When Newark announced a competition to design a monument recognizing Harriet Tubman and the Underground Railroad and their historical significance to Newark, the Montclair architect and artist Nina Cooke John decided it was not for her.

“Having recently expanded my practice into public art, I worked primarily in abstraction,” she said Saturday, March 11, at the Newark Museum of Art. “And I thought, you know, they probably want relatively traditional statues sitting in the square, and then people can walk around and learn about Harriet Tubman. 

“And then a friend of mine sent it to me again and said, ‘You know, we're rethinking what monuments are, and I think you should hang your hat into the ring.’”

So on Thursday, March 9, when the Harriet Tubman Monument was unveiled in the former Washington Park – now renamed Harriet Tubman Square – Cooke John was front and center as the artist whose vision was transformed into a ribbon-like structure of the woman who saved many from slavery.

“‘Shadow of a Face’ celebrates both the legacy of Harriet Tubman and the lives of the people living in Newark today – connecting their story to Tubman’s story through a common bond of seekers of liberty in the past and in the present,” Cooke John said at the unveiling. 

“Her heroism is recognized, and space is claimed for her story in this historic park, while her humanity is made accessible so that we can all be empowered by her deeds both great and small.”

The 25-foot-tall representation of Tubman is made of steel that extends over a walkway where visitors can enter the monument. Timelines of Tubman’s life and Newark’s abolitionist history are displayed on a circular wall, as an audio narration by Newark native Queen Latifah plays overhead. It also includes a mosaic of Tubman’s face. 

The monument’s title was inspired by Robert Hayden’s poem “Runagate Runagate,” which describes enslaved people seeking freedom through the Underground Railroad.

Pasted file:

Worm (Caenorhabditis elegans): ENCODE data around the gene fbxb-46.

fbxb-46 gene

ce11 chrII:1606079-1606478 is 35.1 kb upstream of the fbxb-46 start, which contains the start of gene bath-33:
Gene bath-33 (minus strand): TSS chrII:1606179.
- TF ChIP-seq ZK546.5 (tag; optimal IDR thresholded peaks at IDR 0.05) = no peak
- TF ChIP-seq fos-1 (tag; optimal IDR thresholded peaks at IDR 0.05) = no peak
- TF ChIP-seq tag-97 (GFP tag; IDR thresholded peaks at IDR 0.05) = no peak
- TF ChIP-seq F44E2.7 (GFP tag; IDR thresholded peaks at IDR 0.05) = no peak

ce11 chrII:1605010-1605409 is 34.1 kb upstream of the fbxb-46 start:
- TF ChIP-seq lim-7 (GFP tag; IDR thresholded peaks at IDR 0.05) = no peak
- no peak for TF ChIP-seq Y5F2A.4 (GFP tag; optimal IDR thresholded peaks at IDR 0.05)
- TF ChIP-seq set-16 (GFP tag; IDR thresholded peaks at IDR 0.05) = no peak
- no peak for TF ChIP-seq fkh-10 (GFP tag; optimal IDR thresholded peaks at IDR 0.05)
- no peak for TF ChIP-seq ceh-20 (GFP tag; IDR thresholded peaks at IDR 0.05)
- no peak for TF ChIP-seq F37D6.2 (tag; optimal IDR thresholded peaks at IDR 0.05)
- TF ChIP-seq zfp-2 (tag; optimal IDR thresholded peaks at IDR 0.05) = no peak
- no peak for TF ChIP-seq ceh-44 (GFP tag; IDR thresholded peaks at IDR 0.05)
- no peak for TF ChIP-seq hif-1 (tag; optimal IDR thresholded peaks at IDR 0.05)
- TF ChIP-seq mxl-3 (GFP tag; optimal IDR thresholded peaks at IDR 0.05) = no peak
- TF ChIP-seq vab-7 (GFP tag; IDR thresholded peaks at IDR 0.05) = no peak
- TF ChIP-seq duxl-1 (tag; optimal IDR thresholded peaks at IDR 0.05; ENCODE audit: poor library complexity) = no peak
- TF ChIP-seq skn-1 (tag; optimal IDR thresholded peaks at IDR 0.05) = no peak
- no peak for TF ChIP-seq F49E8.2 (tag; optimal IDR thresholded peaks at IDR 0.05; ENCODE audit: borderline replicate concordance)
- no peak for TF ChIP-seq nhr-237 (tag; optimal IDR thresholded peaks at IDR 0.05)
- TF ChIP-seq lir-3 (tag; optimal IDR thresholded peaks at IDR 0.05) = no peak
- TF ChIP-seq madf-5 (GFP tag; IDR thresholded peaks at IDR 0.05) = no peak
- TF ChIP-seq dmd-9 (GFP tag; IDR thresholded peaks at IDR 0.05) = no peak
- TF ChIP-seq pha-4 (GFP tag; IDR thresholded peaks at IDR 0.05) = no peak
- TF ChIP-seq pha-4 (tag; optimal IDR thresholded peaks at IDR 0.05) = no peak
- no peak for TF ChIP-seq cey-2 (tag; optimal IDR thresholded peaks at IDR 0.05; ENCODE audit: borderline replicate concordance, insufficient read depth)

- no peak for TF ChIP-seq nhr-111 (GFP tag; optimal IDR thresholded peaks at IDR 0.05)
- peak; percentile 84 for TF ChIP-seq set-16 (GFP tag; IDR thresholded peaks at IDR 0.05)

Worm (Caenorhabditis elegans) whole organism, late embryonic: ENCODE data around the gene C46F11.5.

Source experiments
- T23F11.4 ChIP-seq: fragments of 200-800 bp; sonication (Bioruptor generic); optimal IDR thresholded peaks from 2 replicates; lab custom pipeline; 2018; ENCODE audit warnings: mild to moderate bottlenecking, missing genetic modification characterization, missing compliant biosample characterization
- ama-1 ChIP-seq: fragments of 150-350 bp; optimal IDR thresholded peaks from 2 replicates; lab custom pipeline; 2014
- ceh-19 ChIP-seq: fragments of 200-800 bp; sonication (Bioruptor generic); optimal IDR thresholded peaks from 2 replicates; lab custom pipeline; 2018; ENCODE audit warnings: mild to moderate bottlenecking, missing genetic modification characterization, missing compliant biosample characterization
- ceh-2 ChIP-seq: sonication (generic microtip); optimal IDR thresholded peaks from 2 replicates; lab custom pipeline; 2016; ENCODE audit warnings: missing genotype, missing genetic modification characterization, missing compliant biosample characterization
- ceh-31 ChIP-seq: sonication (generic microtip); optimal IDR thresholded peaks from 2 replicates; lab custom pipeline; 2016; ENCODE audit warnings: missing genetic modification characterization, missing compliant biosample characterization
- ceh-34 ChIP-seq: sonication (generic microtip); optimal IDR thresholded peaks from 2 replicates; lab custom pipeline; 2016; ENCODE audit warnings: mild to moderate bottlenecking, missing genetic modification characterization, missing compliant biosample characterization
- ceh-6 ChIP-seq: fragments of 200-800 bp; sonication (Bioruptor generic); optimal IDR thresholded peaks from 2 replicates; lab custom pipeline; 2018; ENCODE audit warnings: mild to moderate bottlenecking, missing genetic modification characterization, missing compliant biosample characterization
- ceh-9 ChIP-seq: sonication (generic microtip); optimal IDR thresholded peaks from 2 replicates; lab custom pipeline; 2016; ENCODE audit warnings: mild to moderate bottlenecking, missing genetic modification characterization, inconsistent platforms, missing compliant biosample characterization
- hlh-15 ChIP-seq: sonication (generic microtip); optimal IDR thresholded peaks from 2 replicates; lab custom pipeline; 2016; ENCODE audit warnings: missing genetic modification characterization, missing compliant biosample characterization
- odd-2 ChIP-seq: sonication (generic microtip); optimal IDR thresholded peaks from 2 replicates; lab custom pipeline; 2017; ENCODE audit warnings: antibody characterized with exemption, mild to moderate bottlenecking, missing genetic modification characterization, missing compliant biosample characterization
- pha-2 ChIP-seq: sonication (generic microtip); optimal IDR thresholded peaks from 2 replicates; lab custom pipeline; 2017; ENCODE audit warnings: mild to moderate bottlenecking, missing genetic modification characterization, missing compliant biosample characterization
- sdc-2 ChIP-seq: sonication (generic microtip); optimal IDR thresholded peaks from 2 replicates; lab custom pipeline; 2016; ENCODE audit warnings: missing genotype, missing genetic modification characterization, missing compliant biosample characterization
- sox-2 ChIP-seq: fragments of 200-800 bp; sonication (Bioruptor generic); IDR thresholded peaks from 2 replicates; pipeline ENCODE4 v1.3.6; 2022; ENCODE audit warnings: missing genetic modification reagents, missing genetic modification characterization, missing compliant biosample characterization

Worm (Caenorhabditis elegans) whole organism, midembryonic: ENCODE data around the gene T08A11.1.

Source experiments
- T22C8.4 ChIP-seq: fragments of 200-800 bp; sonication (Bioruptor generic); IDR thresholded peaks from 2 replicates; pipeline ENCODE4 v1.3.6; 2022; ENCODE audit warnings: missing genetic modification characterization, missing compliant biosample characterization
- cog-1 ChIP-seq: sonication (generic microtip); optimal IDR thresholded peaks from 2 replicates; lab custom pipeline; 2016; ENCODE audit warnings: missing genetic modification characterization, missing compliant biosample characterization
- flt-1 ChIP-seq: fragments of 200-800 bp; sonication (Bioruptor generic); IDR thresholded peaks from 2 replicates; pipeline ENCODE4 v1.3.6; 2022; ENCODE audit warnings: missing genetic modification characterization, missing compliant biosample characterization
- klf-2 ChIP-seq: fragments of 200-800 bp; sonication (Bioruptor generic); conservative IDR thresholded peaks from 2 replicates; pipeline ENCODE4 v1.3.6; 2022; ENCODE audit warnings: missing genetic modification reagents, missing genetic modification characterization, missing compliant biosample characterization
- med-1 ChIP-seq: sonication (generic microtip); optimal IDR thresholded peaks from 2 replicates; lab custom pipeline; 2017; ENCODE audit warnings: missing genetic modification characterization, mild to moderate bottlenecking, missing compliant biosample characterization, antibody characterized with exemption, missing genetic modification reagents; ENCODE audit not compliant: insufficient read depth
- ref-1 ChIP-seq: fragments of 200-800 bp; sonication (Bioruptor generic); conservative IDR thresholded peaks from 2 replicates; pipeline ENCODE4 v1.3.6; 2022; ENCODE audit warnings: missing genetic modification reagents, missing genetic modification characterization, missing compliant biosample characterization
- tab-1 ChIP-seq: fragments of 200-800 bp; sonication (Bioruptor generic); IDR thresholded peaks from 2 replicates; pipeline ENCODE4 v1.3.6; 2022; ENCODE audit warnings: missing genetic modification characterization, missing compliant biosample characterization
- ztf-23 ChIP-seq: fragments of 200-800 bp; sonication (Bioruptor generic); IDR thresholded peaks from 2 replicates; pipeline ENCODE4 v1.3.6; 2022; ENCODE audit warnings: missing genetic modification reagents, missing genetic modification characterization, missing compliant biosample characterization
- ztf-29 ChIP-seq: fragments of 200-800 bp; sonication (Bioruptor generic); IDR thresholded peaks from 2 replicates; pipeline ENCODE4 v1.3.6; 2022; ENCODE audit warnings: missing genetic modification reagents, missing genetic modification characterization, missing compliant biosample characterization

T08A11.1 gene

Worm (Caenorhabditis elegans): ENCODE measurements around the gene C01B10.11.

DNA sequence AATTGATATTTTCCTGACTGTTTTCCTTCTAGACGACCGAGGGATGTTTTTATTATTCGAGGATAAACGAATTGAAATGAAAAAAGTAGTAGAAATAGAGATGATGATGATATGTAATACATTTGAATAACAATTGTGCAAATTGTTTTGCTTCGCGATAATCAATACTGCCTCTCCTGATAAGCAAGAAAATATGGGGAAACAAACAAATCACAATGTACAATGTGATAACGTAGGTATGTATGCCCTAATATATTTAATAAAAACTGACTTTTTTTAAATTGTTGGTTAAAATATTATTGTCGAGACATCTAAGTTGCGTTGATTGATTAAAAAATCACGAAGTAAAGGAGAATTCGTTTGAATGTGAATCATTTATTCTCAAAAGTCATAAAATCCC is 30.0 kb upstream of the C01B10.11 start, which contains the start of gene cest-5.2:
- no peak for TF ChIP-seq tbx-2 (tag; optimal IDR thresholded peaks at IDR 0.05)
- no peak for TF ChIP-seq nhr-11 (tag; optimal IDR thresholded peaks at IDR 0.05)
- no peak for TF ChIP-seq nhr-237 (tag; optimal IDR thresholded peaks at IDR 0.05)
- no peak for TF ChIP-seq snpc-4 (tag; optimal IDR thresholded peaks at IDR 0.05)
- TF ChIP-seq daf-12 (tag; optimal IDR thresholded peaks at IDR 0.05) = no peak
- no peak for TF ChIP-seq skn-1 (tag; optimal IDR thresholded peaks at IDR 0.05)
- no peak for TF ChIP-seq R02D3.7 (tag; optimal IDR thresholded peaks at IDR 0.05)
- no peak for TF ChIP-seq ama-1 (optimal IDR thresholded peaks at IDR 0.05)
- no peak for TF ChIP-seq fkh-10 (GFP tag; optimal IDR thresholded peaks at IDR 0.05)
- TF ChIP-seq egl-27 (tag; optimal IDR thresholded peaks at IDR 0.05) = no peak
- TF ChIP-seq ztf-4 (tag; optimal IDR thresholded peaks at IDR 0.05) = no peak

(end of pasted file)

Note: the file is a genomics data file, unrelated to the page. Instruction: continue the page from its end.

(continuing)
“Shadow of a Face” replaces a statue of Christopher Columbus that Mayor Ras Baraka had removed in the summer of 2020 as protests for racial justice were unfolding in the city, as they were across the country. Cooke John acknowledged that moment of history by including the footprint of the pedestal for the Columbus statue in the new work.

The new monument recognizes Tubman, who escaped from slavery, then rescued about 70 enslaved people through the network of clandestine routes and safe houses known as the Underground Railroad. The Old First Presbyterian Church in Newark is said to have been part of the Underground Railroad.

“In a time when so many cities are choosing to topple statues that limit the scope of their people’s story, we have chosen to erect a monument that spurs us into our future story of exemplary strength and solidity,” Baraka said at the ceremony. 

“In a country where the overwhelming majority of monuments are testaments to white males, Newark has chosen to erect a monument to a Black woman who was barely 5 feet tall, but had the visage and power of a giant.

“We have created a focal point in the heart of our city that expresses our participation in an ongoing living history of a people who have grappled through many conflicts to steadily lead our nation in its progress toward racial equality. Harriet Tubman Square and its interactive centerpiece sculpture, ‘Shadow of a Face,’ represent our past, present, and future.”

Among the speakers was Michele Jones Galvin, a descendant of Tubman.

“Let’s forever remember Harriet Tubman for her compassion, courage, bravery, service to others, and her commitment to faith, family, fortitude and freedom,” said Galvin, adding that the monument will memorialize Tubman’s “heroism, will inspire future generations to take action when they see injustice, and will instill the value of service to the most vulnerable in our society.”

Don Katz, left, founder of Audible, and Nina Cooke John, architect of the Harriet Tubman Monument. (COURTESY OF AUDIBLE)
Don Katz, left, founder of Audible, and Nina Cooke John, architect of the Harriet Tubman Monument. (COURTESY OF AUDIBLE)

Other Montclairians also had significant roles in the project, including Audible founder Don Katz and Charlie Spademan, the artist and blacksmith who fabricated the towering representation of Tubman for the monument.